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It’s easter!! It’s Kwahu paragliding!
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Opinions of Tuesday, 31 March 2015

Columnist: Obeng, Samuel Kwasi

It’s easter!! It’s Kwahu paragliding!

By Samuel Kwasi Obeng


One hot busy afternoon, I was in the office when a gentleman knocked and entered. As it usually happens, I thought he was trying to find his way to the Minister or Deputy Minister’s Office so I was waiting patiently to either say room four or six. But no, I got it wrong. ‘Sorry, can you please come again?’ was my response. Actually, i heard what he said but because it did not satisfy my prejudice, as it normally happens to every human being, I asked again.
Raising his voice a little, the gentleman repeated: ‘how much will it cost me to soar in the air on the up-coming Kwahu Easter Paragliding Festival?’ My face grimaced with a surprise. ‘Ooh! The days are drawing nigh’, my mind reacted. I took his number and promised to get back to him.

A Brief History on the Development of Paragliding in the World
Paragliding is a recreational and adventurous sport or activity of flying a paraglider, which essentially consist of a suspending rectangular wing connected to a harness (where the pilot of the paraglider sits) by suspending ropes. There are two types; Solo Paragliding and Tandem Paragliding. Solo Paragliding is where only the pilot sits in the harness and launches himself off a mountain top whiles in Tandem Paragliding, the pilot carries a passenger along with him in the harness.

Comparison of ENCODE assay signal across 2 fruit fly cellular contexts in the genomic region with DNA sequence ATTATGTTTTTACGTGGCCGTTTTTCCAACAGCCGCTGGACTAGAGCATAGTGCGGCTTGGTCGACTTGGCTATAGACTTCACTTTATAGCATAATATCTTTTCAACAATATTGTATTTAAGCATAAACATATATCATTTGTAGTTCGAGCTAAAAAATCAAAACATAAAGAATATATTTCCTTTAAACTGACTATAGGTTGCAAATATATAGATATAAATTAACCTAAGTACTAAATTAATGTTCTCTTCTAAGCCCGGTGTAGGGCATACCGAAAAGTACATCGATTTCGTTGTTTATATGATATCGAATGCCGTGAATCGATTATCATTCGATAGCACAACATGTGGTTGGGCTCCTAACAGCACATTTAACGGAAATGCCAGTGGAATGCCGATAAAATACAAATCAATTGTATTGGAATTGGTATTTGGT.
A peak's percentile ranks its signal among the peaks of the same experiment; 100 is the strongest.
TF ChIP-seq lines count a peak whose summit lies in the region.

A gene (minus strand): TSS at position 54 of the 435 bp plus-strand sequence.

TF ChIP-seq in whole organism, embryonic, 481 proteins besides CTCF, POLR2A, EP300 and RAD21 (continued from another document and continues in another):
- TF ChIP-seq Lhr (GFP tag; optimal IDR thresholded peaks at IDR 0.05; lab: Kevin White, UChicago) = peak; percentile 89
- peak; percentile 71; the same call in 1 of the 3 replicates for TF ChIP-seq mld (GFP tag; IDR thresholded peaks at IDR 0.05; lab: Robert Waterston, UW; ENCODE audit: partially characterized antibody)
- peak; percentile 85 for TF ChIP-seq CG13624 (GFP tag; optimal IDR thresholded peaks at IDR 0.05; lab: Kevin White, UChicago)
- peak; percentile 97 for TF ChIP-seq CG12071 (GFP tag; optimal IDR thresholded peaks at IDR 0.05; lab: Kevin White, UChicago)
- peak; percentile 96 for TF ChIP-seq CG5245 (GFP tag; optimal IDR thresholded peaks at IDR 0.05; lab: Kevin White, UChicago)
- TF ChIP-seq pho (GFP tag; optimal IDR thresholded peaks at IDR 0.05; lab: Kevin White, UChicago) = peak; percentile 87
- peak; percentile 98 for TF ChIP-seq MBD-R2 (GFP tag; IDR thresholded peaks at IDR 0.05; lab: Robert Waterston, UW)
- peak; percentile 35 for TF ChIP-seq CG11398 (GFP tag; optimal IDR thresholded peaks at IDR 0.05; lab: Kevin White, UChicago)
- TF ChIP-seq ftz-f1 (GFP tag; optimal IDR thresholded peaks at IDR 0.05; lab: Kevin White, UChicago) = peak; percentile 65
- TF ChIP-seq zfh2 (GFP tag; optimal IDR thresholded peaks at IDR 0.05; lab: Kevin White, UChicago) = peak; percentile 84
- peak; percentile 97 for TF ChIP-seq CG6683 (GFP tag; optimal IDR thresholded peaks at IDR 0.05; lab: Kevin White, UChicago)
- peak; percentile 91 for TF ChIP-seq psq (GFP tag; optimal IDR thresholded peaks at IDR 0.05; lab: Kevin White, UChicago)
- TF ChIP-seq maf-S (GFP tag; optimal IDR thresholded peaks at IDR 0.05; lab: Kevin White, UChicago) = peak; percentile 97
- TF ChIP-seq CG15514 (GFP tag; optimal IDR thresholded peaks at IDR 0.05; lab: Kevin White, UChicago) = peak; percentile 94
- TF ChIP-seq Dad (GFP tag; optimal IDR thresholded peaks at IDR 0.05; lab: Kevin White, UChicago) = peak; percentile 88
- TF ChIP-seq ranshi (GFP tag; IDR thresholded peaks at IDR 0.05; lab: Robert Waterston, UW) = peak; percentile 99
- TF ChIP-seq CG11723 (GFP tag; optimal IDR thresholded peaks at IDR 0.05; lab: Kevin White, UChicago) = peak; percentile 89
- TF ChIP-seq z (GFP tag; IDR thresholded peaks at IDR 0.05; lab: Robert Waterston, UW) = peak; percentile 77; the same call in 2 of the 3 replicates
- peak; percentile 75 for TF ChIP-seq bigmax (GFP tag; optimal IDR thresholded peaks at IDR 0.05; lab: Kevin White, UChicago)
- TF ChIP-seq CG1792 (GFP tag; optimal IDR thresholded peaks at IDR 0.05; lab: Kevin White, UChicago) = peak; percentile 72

Parachuting gave birth to paragliding. The desire to prolong the fun of suspending in the air, which could not be achieved with an ordinary parachute was made possible with the invention of the ram-air parachute by an American, Domina Jalbert in 1964. Earlier, Walter Neumark’s ‘prophecy’ in 1954 in the ‘Flight Magazine’ that there would come a time when a glider pilot would be able to launch himself in the air by running over the edge of a downslope was fulfilled in 1978 by three French friends who were inspired by an article on ‘Slope Soaring’ in the ‘Parachute Manual’ magazine written by Dan Poynter, a parachutist.

They, the French friends, launched themselves with a modified ram-air parachute from the city of Pointe du Pertuiset, Mieussy in France in 1978; this is considered as the beginning of modern paragliding.

Thereafter, more sophisticated paragliders have evolved but all are based on Jalbert’s original idea. Paragliding is gaining popularity in Europe, especially in France where there are over 25,000 active pilots.

Paragliding in Ghana and the 2015 Launch

Ghana added Kwahu-Atibie in the Eastern Region to the number of paragliding sites in the world when it launched its first ever paragliding festival in 2005 with the main event taking off in the same year atop the Odweanoma Mountain at Atibie. Since then, the recreational activity which has been attracting a lot of people; Ghanaians and foreigners to Atibie during the Easter season has carved a niche for itself on the national tourism calendar.